For Barry Craig, “tension” is too strong a word to describe the relationship between St. Thomas University and the University of New Brunswick.
He has yet to see a serious disagreement between the two universities since he became vice-president academic of STU four years ago.
“The tension between any two Canadian provinces picked at random would probably be more remarkable than the tensions between these two universities,” he said in an interview on Friday.
“It’s more a perception issue than a reality.”
According to Craig, the amount of money paid to UNB tends to reflect the rate of inflation and has nothing to do with being pushed around by the big brother down the hill.
STU pays UNB about $1.8 million every year to use the library, the counselling services, the South Gym and to take part in intramurals. That’s 10 per cent of its overall budget. Roughly $1.4 million of that money goes to the library alone.
STU also pays UNB for heat from its steam plant, as well as plumbing and maintenance services and UNB Security.
“A lot of the shared service agreements we have…have been going on ever since we have been here,” Craig said.
But every so often, STU will re-evaluate how much it’s paying UNB based on STU students’ use of UNB facilities. In fact, just last week STU had the retired chief librarian of Dalhousie University come in to judge whether STU is getting enough from – or paying enough for – its library services.
“If you think about buying a service from UNB, in most cases, that would be a service they’re providing anyway,” Craig said.
“They didn’t build another 25 per cent of their library because of St. Thomas.”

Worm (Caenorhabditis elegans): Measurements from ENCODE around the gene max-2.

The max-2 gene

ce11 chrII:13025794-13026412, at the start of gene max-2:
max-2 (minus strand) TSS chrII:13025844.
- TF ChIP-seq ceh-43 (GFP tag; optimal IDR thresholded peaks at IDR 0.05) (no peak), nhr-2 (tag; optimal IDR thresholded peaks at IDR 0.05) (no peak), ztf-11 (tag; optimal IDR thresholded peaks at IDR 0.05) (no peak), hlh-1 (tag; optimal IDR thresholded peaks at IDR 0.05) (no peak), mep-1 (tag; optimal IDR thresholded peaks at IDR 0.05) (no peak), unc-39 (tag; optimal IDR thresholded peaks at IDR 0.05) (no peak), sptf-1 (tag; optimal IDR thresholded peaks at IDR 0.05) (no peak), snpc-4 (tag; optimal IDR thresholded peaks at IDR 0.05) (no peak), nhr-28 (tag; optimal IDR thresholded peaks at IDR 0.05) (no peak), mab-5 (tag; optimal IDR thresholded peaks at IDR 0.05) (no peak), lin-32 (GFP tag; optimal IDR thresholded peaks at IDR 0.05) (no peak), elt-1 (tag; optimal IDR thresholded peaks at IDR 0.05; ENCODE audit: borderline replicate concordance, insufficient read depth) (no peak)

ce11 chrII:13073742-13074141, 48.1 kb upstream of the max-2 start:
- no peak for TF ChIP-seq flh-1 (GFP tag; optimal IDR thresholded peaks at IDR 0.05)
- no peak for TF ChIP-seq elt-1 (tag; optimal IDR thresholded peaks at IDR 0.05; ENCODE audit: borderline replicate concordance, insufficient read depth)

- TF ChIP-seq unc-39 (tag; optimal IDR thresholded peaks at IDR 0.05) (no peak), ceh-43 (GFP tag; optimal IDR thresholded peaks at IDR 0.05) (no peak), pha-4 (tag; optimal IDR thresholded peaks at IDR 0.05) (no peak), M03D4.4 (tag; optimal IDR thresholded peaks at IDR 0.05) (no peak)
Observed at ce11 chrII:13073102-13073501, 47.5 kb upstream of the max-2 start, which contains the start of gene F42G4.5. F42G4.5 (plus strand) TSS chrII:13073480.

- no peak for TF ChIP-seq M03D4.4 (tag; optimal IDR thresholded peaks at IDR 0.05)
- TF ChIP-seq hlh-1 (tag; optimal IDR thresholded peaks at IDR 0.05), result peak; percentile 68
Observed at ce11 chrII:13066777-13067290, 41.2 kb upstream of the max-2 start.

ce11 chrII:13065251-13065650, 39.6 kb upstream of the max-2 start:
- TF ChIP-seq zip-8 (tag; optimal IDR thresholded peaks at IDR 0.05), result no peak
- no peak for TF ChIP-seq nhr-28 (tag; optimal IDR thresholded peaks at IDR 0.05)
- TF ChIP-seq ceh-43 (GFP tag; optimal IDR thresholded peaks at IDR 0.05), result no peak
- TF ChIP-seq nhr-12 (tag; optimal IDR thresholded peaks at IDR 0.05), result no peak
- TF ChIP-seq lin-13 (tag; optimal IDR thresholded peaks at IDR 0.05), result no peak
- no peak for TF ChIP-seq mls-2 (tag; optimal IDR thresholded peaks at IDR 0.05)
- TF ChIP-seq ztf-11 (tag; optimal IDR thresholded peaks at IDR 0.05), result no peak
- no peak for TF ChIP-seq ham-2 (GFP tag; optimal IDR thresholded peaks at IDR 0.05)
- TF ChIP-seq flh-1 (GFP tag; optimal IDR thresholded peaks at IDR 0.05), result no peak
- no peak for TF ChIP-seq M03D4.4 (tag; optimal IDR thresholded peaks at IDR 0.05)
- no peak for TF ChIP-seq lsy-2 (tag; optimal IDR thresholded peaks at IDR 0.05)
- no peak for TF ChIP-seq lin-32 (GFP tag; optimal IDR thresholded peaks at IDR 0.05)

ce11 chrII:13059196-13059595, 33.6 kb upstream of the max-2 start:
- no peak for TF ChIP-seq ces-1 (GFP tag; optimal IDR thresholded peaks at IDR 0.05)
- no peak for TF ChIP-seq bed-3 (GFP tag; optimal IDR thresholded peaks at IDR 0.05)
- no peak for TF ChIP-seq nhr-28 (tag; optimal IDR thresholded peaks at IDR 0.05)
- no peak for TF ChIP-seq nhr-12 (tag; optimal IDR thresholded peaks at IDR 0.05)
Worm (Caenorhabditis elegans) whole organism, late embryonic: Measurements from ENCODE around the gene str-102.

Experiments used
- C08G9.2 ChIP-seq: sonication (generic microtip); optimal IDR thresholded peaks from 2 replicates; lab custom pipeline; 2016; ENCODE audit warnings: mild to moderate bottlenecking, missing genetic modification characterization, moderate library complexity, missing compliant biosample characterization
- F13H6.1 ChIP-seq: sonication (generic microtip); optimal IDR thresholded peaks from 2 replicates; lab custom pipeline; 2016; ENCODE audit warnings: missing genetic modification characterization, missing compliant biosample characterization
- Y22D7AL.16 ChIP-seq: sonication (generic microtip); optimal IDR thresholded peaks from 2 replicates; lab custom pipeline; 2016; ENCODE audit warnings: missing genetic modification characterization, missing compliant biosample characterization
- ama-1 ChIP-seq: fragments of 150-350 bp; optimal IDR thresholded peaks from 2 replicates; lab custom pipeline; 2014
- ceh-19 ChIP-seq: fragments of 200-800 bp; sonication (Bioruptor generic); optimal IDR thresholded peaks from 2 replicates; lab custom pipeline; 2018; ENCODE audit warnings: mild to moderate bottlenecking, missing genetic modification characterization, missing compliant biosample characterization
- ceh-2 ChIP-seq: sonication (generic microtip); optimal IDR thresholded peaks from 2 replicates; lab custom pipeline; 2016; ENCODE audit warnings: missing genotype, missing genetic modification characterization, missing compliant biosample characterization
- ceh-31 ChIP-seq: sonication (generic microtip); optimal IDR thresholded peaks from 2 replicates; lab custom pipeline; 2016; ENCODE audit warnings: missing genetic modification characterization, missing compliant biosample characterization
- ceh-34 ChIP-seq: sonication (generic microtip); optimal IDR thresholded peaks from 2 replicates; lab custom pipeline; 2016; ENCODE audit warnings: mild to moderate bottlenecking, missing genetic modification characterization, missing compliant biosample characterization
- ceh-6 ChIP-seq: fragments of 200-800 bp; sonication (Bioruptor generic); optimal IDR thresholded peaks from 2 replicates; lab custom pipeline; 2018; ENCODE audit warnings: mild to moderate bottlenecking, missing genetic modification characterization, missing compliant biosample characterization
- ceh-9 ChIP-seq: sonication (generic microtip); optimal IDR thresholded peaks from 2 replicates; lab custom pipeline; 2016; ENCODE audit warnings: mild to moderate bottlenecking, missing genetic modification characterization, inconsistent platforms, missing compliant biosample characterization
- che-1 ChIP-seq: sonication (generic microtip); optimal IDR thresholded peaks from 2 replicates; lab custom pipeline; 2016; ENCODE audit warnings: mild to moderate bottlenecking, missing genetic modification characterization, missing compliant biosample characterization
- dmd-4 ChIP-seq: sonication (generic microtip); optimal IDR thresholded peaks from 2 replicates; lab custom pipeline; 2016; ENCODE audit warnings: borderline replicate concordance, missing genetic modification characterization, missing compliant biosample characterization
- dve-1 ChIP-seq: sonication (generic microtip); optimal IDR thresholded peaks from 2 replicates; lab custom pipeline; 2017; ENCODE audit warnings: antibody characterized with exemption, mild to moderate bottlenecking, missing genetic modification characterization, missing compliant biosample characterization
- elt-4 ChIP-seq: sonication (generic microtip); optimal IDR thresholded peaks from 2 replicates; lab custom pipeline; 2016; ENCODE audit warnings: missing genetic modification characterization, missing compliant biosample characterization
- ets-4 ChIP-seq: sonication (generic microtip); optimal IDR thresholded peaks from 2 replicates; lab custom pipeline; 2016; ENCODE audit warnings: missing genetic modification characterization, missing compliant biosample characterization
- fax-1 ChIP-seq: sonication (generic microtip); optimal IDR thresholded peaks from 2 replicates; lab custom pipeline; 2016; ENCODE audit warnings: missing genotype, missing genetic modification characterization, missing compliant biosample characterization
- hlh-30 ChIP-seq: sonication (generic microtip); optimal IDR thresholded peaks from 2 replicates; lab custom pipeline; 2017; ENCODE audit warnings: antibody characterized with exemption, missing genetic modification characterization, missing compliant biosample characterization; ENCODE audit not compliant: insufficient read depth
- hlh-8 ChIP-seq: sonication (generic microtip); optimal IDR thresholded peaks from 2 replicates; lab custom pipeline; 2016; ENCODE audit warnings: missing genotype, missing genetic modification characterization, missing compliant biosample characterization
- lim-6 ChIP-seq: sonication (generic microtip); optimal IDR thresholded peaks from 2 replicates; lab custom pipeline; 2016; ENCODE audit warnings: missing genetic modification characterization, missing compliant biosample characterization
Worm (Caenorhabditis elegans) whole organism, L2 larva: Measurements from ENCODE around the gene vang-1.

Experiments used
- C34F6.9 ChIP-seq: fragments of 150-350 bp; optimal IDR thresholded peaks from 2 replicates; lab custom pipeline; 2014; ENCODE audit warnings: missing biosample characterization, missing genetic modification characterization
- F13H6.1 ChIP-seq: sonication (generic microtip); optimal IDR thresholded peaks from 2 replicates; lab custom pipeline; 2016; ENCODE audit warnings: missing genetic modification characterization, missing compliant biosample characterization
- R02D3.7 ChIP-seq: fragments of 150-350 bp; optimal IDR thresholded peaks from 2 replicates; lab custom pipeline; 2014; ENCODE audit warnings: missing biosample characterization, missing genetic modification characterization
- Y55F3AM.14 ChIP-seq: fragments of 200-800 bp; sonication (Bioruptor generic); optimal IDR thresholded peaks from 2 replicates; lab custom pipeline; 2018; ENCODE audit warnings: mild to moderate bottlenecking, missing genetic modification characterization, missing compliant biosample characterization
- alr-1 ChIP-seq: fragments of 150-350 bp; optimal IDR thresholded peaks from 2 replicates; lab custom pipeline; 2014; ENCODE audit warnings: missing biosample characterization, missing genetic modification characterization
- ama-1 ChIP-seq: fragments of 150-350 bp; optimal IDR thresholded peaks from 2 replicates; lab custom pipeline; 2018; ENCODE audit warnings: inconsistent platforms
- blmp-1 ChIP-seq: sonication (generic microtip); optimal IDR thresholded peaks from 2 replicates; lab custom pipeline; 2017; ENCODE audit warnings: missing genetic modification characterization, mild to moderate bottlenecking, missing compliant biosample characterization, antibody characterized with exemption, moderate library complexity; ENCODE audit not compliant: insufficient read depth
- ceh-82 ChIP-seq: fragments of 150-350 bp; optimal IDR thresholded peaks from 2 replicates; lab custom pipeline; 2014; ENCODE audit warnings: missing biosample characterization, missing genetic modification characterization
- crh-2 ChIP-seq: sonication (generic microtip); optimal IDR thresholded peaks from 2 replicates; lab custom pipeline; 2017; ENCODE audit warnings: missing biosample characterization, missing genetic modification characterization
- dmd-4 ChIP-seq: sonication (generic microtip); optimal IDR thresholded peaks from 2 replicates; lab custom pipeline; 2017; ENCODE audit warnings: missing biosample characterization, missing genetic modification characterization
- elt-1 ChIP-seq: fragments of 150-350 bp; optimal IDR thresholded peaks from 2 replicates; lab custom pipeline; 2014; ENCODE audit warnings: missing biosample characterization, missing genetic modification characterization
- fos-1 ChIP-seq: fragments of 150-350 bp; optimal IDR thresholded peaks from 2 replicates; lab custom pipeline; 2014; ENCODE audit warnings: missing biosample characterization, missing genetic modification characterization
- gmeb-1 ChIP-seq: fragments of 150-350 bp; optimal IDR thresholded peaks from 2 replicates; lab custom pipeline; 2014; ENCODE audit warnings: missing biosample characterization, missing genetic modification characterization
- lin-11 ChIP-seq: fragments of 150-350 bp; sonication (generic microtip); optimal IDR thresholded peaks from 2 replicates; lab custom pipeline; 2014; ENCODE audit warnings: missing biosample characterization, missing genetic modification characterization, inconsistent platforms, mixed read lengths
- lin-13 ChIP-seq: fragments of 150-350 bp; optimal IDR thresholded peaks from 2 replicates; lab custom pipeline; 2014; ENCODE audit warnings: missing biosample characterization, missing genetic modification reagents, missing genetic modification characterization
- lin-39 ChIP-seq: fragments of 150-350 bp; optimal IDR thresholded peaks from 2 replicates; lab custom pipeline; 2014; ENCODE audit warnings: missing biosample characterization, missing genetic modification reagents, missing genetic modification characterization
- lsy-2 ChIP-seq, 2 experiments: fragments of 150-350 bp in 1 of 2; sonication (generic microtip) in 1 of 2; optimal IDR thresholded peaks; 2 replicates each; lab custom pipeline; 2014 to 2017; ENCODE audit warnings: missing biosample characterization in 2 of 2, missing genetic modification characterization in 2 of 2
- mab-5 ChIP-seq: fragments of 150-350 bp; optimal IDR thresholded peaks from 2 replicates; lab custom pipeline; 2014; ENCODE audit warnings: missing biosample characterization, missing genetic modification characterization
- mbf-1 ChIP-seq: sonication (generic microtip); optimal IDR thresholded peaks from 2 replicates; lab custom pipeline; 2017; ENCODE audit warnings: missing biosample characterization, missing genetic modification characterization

Dawn Russell, STU’s president, met with the librarian on Friday. The Aquinian did not know the result of that meeting before press time. In an interview before the consultation, Russell said the value of shared services for St. Thomas is not something to “be afraid of or worried about.”
Anthony Secco, UNB Fredericton’s vice-president academic, told The Aquinian last week that though the “tension” between STU and UNB is mostly a playful rivalry, he said it’s time for STU to think about paying UNB more.
“Inflation and the costs of services [have] reached beyond St. Thomas’ contribution,” he said in a phone interview last week.
Craig said his relationship with Secco, who is his direct counterpart, is always friendly, recognizing their respective spots on the hill.
“He teases me about elements of my operation – we’re the little guys next door – and I tease him about, you know, they’re the big brutes down there or something like that, but none of that is particularly serious.”
Craig said any decision-making between the two of them is data driven and as of right now, it’s hard to say if STU needs to increase the amount it pays UNB.
With new electronic books, Craig said it’s especially hard to track how many STU students are actually using the library, let alone all the other services provided by UNB like the SUB.
But Craig said by no means does that mean the relationship is breaking down. If anything, STU and UNB work together like no other two universities in Canada, pulling off partnerships like Congress 2011.
“If the Berlin Wall was there every time you passed into a different world, you’d say, well, I’m really conscious of this difference,” Craig said, referring to STU students’ indifference to the relationship.
“But you’re not conscious because it works.”
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